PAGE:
He takes pride in the level of competition when facing what he called Spring Valley’s archrivals, Nyack, and Haverstraw. Facing those teams, he played against future National Football League standouts Roger Brown and Nick Ryder, eventual team- mates on the Detroit Lions.
“I was fortunate,” Chico says, “to come up at the right time, because I had great teammates. We had a good group.” In foot- ball, he says, “We had a lot of good linemen opening holes. You don’t run by yourself.”
Actually, Chico ran and passed and caught and kicked. In his junior season, he scored 25 points. In a senior season cut short by a flu epidemic, Chico scored 40 points and was a unanimous choice for the All-PSAL team, his third selection to the team. In his 1955 season, he was a large part of Spring Valley’s 6-1 Rockland County championship season. They held five opponents scoreless, gave up just six points to another and their only loss was to regional power Pompton Lakes of New Jersey.
His football career ended in Spring Valley. After all, he says, “Not too many colleges were looking for a 5’6”, 140-pound running back.”
He thinks back about the nature of the PSAL, and Rockland, in the mid-1950s. “We only had Suffern, Haverstraw, Clarkstown, Nyack, Pearl River and Tappan Zee (high schools) back then. All were nice little towns back then.” After a pause, he evaluates more than a half-century of change. “It’s so grown up now, you can’t tell where one town ends and another begins.”
Graduating from Spring Valley was a crucial milestone for Chico Hernandez. His parents had divorced when he was 6. With his father in the Merchant Marine, Chico grew up at the Lakeside School in what’s now Chestnut Ridge.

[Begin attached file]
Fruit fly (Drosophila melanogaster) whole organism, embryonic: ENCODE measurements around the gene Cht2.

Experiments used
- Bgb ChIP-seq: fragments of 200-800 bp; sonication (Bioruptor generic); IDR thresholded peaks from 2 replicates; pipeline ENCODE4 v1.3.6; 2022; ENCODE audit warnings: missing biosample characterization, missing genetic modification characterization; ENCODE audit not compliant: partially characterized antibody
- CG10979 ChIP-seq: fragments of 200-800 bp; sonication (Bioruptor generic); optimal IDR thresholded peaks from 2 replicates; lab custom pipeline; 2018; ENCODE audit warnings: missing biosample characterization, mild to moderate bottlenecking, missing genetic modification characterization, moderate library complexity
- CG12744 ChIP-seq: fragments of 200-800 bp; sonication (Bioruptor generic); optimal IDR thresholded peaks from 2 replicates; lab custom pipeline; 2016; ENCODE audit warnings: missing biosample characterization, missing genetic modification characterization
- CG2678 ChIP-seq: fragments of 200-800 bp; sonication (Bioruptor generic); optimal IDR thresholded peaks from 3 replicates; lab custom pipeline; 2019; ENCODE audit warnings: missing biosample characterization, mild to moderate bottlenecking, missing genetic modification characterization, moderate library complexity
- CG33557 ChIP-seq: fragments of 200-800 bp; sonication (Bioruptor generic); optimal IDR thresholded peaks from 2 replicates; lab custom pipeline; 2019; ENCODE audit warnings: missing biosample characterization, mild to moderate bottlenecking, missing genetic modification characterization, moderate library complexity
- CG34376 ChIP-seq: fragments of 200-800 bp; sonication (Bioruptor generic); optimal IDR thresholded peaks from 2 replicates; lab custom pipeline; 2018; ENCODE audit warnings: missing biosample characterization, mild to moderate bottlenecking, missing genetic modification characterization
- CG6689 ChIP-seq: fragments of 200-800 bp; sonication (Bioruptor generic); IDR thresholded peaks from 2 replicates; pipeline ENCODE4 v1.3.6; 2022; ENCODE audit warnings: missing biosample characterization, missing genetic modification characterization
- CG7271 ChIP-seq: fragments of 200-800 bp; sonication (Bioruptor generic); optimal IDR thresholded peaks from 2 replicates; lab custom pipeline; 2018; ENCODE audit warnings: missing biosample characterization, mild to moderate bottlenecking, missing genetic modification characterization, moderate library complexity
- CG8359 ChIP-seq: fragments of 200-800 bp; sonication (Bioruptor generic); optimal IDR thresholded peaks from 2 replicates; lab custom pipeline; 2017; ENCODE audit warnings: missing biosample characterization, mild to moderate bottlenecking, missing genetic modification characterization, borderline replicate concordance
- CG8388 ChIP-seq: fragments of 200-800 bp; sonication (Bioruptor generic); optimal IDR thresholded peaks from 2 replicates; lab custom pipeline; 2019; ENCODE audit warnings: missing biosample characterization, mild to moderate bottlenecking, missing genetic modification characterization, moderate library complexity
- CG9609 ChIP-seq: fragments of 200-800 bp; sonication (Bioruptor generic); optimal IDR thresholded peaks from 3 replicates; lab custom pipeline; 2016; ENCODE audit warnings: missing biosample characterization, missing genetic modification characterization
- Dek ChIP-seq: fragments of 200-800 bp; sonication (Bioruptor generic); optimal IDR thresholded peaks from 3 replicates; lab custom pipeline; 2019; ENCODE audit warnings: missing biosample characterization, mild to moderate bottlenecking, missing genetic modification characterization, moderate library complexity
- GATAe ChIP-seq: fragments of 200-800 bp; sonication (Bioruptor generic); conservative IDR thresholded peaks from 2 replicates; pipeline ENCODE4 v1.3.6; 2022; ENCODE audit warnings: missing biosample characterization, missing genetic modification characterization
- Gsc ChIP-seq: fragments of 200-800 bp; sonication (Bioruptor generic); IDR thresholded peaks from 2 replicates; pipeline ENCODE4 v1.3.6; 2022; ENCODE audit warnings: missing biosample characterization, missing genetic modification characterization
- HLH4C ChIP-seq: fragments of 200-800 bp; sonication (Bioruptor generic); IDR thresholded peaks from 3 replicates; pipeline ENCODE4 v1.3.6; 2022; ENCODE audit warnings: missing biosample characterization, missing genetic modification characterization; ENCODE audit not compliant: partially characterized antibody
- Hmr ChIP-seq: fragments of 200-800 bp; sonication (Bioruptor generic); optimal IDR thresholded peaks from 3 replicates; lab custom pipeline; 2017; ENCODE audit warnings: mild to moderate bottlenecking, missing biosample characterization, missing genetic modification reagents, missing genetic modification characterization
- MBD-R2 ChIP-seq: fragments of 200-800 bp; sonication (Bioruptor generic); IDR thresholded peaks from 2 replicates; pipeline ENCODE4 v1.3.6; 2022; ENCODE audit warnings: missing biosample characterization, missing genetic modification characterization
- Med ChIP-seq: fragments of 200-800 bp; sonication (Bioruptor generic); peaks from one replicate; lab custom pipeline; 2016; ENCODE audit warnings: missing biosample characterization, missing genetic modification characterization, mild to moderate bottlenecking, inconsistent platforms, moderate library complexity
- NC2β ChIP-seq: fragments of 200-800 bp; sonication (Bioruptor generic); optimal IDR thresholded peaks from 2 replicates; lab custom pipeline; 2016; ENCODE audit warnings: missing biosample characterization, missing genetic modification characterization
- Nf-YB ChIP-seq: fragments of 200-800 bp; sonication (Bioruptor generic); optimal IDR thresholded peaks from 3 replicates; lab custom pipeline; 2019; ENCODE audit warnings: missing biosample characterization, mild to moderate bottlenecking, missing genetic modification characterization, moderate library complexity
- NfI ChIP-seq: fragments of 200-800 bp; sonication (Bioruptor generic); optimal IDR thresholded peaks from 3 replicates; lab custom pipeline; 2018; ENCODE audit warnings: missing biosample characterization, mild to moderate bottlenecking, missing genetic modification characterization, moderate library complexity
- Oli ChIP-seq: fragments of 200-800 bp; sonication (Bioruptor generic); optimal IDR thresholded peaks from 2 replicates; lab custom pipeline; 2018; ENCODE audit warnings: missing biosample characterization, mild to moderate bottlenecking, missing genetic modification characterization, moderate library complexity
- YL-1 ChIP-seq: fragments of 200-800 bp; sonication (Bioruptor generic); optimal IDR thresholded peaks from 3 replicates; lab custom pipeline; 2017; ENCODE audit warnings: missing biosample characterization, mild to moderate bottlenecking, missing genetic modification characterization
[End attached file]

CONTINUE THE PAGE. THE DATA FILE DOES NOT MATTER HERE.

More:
Leaving Spring Valley High School meant leaving there, too, and Chico’s next destination was the State Teachers College at New Paltz, now SUNY New Paltz.
Just like at Spring Valley, Chico was a standout on the hard- wood and on the baseball diamond, again teaming up with Spring Valley alum Tony Gamboli, who was two years older.
Chico won two varsity letters in both sports before deciding that teaching wasn’t his career goal.
He left school, but not New Paltz, where he began a 25-year banking career and met his wife of 47 years, Ann. They raised two daughters, Dawn and Debbie, in the home where they have lived for 42 years. They also have three grandchildren. Chico’s sister, Loanis O’Neill, lives in Suffern, and his brother, Jerry, lives in Texas.
“My sister made me a scrapbook and gave it to me after my four years at Spring Valley,” Chico Hernandez says.
It captures a slice of history for a player, a family and a com- munity.
High school baseball teammate Christopher Jennison, who also covered Spring Valley teams for the Rockland County Leader newspaper, summarizes Chico’s skills “that do not show up on summaries and box scores. He had an instinct for the games he played; he always looked for the open man, he was a sure tackler and adept at finding openings as a running back, and in baseball he was always positioned strategically. These are talents only the most accomplished athletes possess.”